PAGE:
From the New York Times: Thereâ€™s Money in Dirt, for Those Who Find Bits of Silicon
Sifting black earth inside her hole, 14-year-old Nurzada Meerim admits to breathing problems. â€œBut here is money,â€ she said, holding up a crinkled silver flake.
Across a vast landfill just outside this tiny farming town in eastern Kyrgyzstan, the heads of girls continually pop up from narrowly constructed 10-foot shafts. Mothers and other female relatives wait on the rim, hands outstretched to take the flakes and gnarled pebbles of silicon that the girls have retrieved from the soil. There are some men, too, and they bark threats to outsiders who walk past their holes.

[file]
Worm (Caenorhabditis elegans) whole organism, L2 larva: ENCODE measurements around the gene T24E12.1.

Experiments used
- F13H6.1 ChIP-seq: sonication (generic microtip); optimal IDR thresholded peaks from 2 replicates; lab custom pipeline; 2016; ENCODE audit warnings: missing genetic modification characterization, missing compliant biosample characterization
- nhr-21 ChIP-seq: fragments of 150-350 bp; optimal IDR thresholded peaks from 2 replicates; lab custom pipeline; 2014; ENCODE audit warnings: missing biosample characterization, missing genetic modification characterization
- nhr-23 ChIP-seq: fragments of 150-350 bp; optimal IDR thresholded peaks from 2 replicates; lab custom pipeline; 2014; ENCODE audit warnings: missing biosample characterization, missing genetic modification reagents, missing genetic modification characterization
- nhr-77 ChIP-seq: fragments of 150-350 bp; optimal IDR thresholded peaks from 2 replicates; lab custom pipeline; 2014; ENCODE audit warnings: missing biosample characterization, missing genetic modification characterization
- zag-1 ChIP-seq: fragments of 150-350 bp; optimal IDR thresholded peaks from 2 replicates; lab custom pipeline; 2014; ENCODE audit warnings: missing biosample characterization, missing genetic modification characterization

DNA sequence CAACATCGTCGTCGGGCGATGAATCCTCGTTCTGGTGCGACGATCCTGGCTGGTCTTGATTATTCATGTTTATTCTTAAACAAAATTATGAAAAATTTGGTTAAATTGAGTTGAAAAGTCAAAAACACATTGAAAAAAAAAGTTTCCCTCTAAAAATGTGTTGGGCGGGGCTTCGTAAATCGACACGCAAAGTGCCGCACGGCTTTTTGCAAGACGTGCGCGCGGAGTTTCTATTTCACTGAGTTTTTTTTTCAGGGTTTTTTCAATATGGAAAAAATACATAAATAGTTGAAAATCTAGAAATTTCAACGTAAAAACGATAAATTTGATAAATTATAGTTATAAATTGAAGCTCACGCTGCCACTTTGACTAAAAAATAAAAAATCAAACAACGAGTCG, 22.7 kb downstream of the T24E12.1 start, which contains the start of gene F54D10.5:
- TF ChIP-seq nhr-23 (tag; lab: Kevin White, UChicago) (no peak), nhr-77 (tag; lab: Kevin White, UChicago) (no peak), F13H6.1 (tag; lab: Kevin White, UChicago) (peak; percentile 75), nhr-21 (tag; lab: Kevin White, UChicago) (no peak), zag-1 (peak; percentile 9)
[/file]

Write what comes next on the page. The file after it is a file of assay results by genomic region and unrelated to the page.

The landfill covers the garbage cast off from a shuttered factory that produced mostly trinkets and souvenirs from silicon-bearing rock, as well as waste sent from a nearby Soviet-era uranium mine. Flattened plastic bottles carpet the area.
It is Chinaâ€™s rapidly expanding computer chip industry that is fueling the rush for Orlovka silicon, which is sold by middlemen in the bazaars to Chinese traders in the Kyrgyz capital, Bishkek.
I’m not entirely sure why, but I find this article (and the accompanying photograph) profoundly depressing. Our production and consumption habits, exported to the rest of the world, are partly responsible for these sorts of practices. It makes me want to stop working with technology that involves computer chips (unfortunately we cannot turn back time), or, on the other hand, work to reduce the amount that we rely on things with chips in them (extremely difficult in our cultural and business environment), or move to a different field of study that doesn’t contribute to this “need” (which is simply running away).
There are no good options.